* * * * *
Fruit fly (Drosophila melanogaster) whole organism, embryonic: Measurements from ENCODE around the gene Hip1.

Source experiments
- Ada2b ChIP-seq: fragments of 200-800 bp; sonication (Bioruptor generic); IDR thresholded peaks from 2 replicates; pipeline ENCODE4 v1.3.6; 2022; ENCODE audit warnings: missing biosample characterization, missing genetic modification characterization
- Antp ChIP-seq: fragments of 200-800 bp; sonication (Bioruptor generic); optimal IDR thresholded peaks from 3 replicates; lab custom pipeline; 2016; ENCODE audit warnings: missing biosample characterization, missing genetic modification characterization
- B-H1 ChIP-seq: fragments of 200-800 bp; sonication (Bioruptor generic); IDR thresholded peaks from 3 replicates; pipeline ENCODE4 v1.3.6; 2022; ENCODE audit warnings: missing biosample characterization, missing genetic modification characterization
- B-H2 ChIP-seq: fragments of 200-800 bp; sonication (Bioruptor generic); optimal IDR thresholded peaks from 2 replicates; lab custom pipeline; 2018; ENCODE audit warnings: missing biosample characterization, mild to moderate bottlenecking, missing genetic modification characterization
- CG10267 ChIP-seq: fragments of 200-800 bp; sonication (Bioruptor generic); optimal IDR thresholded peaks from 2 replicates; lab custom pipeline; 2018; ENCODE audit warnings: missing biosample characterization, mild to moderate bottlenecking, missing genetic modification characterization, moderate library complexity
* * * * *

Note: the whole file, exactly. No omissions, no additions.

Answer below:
Fruit fly (Drosophila melanogaster) whole organism, embryonic: Measurements from ENCODE around the gene Hip1.

Source experiments
- Ada2b ChIP-seq: fragments of 200-800 bp; sonication (Bioruptor generic); IDR thresholded peaks from 2 replicates; pipeline ENCODE4 v1.3.6; 2022; ENCODE audit warnings: missing biosample characterization, missing genetic modification characterization
- Antp ChIP-seq: fragments of 200-800 bp; sonication (Bioruptor generic); optimal IDR thresholded peaks from 3 replicates; lab custom pipeline; 2016; ENCODE audit warnings: missing biosample characterization, missing genetic modification characterization
- B-H1 ChIP-seq: fragments of 200-800 bp; sonication (Bioruptor generic); IDR thresholded peaks from 3 replicates; pipeline ENCODE4 v1.3.6; 2022; ENCODE audit warnings: missing biosample characterization, missing genetic modification characterization
- B-H2 ChIP-seq: fragments of 200-800 bp; sonication (Bioruptor generic); optimal IDR thresholded peaks from 2 replicates; lab custom pipeline; 2018; ENCODE audit warnings: missing biosample characterization, mild to moderate bottlenecking, missing genetic modification characterization
- CG10267 ChIP-seq: fragments of 200-800 bp; sonication (Bioruptor generic); optimal IDR thresholded peaks from 2 replicates; lab custom pipeline; 2018; ENCODE audit warnings: missing biosample characterization, mild to moderate bottlenecking, missing genetic modification characterization, moderate library complexity